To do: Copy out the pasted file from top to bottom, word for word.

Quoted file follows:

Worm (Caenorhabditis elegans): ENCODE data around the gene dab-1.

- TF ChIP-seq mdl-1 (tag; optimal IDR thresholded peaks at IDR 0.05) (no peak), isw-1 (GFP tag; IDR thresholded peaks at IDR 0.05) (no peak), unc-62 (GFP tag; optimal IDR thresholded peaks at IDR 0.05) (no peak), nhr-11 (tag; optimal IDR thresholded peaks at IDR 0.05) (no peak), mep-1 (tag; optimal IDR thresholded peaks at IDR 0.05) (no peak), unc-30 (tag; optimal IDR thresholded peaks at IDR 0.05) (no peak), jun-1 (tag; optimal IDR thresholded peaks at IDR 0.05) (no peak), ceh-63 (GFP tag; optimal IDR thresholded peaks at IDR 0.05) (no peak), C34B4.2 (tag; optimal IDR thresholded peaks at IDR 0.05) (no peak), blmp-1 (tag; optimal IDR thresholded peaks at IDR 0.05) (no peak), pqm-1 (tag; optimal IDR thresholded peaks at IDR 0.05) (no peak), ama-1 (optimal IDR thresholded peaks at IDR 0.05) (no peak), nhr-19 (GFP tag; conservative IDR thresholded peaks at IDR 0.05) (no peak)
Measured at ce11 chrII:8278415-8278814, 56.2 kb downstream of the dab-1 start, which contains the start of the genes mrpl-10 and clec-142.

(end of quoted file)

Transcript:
Worm (Caenorhabditis elegans): ENCODE data around the gene dab-1.

- TF ChIP-seq mdl-1 (tag; optimal IDR thresholded peaks at IDR 0.05) (no peak), isw-1 (GFP tag; IDR thresholded peaks at IDR 0.05) (no peak), unc-62 (GFP tag; optimal IDR thresholded peaks at IDR 0.05) (no peak), nhr-11 (tag; optimal IDR thresholded peaks at IDR 0.05) (no peak), mep-1 (tag; optimal IDR thresholded peaks at IDR 0.05) (no peak), unc-30 (tag; optimal IDR thresholded peaks at IDR 0.05) (no peak), jun-1 (tag; optimal IDR thresholded peaks at IDR 0.05) (no peak), ceh-63 (GFP tag; optimal IDR thresholded peaks at IDR 0.05) (no peak), C34B4.2 (tag; optimal IDR thresholded peaks at IDR 0.05) (no peak), blmp-1 (tag; optimal IDR thresholded peaks at IDR 0.05) (no peak), pqm-1 (tag; optimal IDR thresholded peaks at IDR 0.05) (no peak), ama-1 (optimal IDR thresholded peaks at IDR 0.05) (no peak), nhr-19 (GFP tag; conservative IDR thresholded peaks at IDR 0.05) (no peak)
Measured at ce11 chrII:8278415-8278814, 56.2 kb downstream of the dab-1 start, which contains the start of the genes mrpl-10 and clec-142.